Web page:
Coalition Building after Occupy: Campus Community

All of this talk about who constitutes the 1% makes me think of the university system. Surely, regular, full-time faculty appear to constitute the coveted 1%. We have the some semblance of job security (or at least those with tenure do), better benefits than the contingent faculty, job flexibility, and essentially get paid to think, talk, read, and some get to engage in research. It sounds great. Some have even gone so far to refer to the academic system as one of a feudal society.

I would argue that the student population–both undergraduate and graduate student are in a place of privilege, too. While they are taking classes and many are heavily in debt to do–the act of being on a college campus and opportunity to go to university is in itself a unique opportunity and privilege. Should we move beyond an “us vs them” conversation?

Thus, I’m not completely sure if the framework for who is the 1% completely works–unless we look to the CUPE staff on campus who are doing most of the behind the scenes work on campus–from serving coffee, cleaning the grounds, and working as contingent faculty. I would argue that this group of the university population is the most exploited or constitutes the least privileged group on campus. Of course, this also includes some staff who might make good incomes that exceed 50k annually. This is by no means enough to live comfortably in the capital region; however, it constitutes a good income. My point here is that more people on campus constitute the 99%. And, many in the campus community are not in their career job.

When we think of the university community, it is fair to say that regular, full-time faculty are part of the elite on campus. But, even this group has tiers: senior instructors (new, continuing and Teaching Professors), Assistant Professors, Associate Professors, Full Professors, and Canada Research Chairs. Directors of units or offices are in a good position as well. Then, we move to the various Deanships. Associate Deans and the full Deans. Moving to the next level would be the Associate Vice Presidents, Vice President, Chancellor, and President. There are many tiers of responsibility and privilege on campus. Maybe we should think more like a large community? The campus is its own microcosm. Can we work together for social justice? Is this a reasonable idea? I think that we can work together. The how is the important question.

Lots of great work going on at the campus across multiple units or departments. But, at times we aren’t having cross campus conversations to share this work. We need to get better at this. I don’t have the answers, but I’m thinking about what is next with the occupy movement and how we need a broad-based movement. This movement has touched so many. What is next?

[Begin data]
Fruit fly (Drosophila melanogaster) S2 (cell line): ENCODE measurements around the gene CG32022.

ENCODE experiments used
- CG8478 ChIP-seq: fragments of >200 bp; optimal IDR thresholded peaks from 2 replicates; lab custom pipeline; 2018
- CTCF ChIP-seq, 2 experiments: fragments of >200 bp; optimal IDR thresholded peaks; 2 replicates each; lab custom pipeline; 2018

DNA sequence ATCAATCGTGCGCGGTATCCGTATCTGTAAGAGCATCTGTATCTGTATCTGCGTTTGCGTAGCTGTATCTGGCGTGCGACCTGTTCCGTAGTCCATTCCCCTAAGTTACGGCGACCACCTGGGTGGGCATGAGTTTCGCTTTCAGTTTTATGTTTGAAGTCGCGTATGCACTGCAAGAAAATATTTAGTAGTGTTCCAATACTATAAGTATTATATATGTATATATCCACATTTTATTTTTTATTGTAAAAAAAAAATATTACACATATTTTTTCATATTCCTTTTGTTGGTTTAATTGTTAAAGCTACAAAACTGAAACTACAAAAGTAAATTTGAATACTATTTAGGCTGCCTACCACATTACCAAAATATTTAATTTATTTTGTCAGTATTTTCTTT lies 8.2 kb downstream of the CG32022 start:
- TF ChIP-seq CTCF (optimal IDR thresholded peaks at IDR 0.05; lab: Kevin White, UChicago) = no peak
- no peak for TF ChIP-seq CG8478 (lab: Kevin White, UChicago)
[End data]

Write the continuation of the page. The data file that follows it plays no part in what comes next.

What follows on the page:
Occupy Wall Street #OWS

It took more than a few days for the Occupy Wall Street or #OWS #OccupyWallStreet movement to make the mainstream press, but it looks like they are finally covering it. However, this coverage varies from making the protesters look like a bunch of middle class saps who have nothing better to do than take over a bridge or sit and complain. But, this would offer a very shallow assessment of what is really taking place.

My favorite laments about the movement is that it’s disorganized and unfocused. To this I think, where do we begin? There is so much to fix and therefore lots to protest about in this latest iteration of social movement protest. Who said that the people involved must have one message or one focal point? Isn’t it enough to say: wake up. We are not happy. We need to fix things! This fix is definitely going to be more thank taking Wall street, it will need to touch every street, circle, drive, crescent and more.

The mainstream or more conservative leaning mainstream press is painting the protest as a bunch of lazy, malcontents who are complaining, but this always happens. We can think of other protests and the ways in which those in power would attempt to discredit the people walking, boycotting, or involved in the movement. It wasn’t too long ago that the news covered the Battle in Seattle and merely focused on the so-called Anarchists. Remember that?

So, when the #OWS movement hits your town, what will you do? I applaud that people are reacting and thinking. And, I also hope that these same people and more will cast their vote in the next election. That’s right–I’m bringing the unconventional political action back to the conventional political action. Don’t forget to vote. Primaries and caucuses are around the corner in the US and then the general election in November 2012.